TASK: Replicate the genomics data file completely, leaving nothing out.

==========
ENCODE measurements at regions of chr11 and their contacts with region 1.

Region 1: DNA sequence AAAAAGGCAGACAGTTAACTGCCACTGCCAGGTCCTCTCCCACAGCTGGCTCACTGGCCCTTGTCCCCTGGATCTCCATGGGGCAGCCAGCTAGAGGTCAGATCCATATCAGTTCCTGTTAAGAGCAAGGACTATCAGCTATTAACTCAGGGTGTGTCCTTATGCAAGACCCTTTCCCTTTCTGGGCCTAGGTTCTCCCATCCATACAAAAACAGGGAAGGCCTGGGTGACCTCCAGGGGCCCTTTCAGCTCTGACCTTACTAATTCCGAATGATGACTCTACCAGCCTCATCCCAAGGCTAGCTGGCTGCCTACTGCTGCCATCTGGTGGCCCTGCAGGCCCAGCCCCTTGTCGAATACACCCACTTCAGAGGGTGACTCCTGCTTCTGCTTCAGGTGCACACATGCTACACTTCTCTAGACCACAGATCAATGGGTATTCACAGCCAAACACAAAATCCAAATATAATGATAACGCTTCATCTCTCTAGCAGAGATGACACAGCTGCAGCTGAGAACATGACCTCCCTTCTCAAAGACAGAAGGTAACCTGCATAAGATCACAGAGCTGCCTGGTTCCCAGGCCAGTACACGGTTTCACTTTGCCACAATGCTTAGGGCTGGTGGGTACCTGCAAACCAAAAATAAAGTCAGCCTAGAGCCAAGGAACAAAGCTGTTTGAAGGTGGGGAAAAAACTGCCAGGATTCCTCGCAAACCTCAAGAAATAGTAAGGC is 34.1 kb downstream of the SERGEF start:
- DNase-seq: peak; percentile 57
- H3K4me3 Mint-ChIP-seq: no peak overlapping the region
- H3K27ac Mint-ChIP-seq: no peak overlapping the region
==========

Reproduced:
ENCODE measurements at regions of chr11 and their contacts with region 1.

Region 1: DNA sequence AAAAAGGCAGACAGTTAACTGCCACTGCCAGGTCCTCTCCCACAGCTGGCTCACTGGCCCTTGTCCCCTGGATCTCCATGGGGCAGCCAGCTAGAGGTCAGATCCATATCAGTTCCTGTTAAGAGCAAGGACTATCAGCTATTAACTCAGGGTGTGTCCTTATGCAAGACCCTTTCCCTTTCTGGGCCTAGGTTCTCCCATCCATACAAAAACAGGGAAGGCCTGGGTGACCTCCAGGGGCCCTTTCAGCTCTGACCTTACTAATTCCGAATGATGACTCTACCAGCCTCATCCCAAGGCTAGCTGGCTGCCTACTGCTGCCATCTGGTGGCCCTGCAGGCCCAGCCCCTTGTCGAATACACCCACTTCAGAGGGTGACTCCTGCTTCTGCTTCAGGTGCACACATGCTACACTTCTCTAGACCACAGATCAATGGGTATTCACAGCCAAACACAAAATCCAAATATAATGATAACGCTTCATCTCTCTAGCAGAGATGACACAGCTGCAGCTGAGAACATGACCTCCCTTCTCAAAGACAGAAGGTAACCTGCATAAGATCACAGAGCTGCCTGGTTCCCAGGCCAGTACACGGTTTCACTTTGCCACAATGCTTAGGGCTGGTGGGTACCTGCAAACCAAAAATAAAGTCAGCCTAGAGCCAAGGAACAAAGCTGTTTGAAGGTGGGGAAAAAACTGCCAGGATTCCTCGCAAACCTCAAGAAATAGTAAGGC is 34.1 kb downstream of the SERGEF start:
- DNase-seq: peak; percentile 57
- H3K4me3 Mint-ChIP-seq: no peak overlapping the region
- H3K27ac Mint-ChIP-seq: no peak overlapping the region